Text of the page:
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1.  A metagenomic study of the microbial communities in four parallel biogas reactors 
Biotechnology for Biofuels  2014;7(1):146.
Biogas is a renewable energy carrier which is used for heat and power production or, in the form of purified methane, as a vehicle fuel. The formation of methane from organic materials is carried out by a mixed microbial community under anaerobic conditions. However, details about the microbes involved and their function are limited. In this study we compare the metagenomes of four parallel biogas reactors digesting a protein-rich substrate, relate microbiology to biogas performance, and observe differences in these reactors’ microbial communities compared to the original inoculum culture.
The biogas process performance during the startup phase of four parallel continuous stirred tank reactors (designated R1, R2, R3, and R4) co-digesting fish waste and cow manure was studied. The microbial composition of the inoculum (day 0) and the four reactors at day 59 was studied and compared using 454 FLX Titanium pyrosequencing. In the inoculum and the reactor samples, the Bacteria Clostridium and Syntrophomonas were highly abundant, and the dominating methanogen was the hydrogenotrophic Methanoculleus. Syntrophic prokaryotes frequently found in biogas reactors with high concentrations of ammonium and volatile fatty acids were detected in all samples. The species Candidatus Cloacimonas acidaminovorans of the candidate phylum Cloacimonetes (WWE1) increased in all reactors and was the dominating bacterium at day 59. In particular, this bacterium showed a very high abundance in R1, which distinguished this reactor significantly from the other reactors in terms of microbial composition. Methane production and the reactor slurry characteristics were monitored in the digestion period. Generally all four reactors operated stably and showed rather similar characteristics. The average methane production in the reactors varied between 0.278 and 0.296 L gVS-1, with the lowest production in R1.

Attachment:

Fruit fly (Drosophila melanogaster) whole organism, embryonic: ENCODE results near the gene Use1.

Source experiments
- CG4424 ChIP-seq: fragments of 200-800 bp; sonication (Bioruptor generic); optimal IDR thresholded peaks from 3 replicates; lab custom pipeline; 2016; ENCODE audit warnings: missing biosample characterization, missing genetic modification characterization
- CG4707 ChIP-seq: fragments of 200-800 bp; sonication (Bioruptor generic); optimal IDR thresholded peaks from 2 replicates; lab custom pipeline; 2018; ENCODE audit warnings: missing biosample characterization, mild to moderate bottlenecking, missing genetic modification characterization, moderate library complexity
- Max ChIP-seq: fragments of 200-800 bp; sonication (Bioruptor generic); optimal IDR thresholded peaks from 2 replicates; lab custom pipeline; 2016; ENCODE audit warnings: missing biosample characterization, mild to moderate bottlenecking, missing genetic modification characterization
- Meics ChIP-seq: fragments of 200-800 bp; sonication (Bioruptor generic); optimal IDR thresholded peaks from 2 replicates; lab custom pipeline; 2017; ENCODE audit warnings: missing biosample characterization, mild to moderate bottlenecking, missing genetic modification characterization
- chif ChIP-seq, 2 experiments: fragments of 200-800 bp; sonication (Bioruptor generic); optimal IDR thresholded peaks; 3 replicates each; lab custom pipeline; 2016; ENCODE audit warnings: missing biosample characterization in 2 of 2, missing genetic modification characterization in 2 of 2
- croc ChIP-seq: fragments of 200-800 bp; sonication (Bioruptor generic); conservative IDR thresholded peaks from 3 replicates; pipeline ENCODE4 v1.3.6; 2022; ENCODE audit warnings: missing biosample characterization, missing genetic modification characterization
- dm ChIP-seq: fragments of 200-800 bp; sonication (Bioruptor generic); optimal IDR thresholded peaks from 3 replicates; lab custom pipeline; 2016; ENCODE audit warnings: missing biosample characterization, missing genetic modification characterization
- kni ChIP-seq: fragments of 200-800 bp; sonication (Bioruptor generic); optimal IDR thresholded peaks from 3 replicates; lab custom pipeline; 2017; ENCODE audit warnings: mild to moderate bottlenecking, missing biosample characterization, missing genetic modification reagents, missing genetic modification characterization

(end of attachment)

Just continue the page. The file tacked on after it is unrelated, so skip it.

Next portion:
This study showed that four parallel reactors co-digesting manure and fish waste silage operated stably during a startup phase. Several important Archaea and Bacteria degrading the protein-rich substrate were identified. In particular, microorganisms involved in syntrophic methane production seemed to be important. The detailed characterization of the microbial communities presented in this work may be useful for the operation of biogas plants degrading substrates with high concentrations of proteins.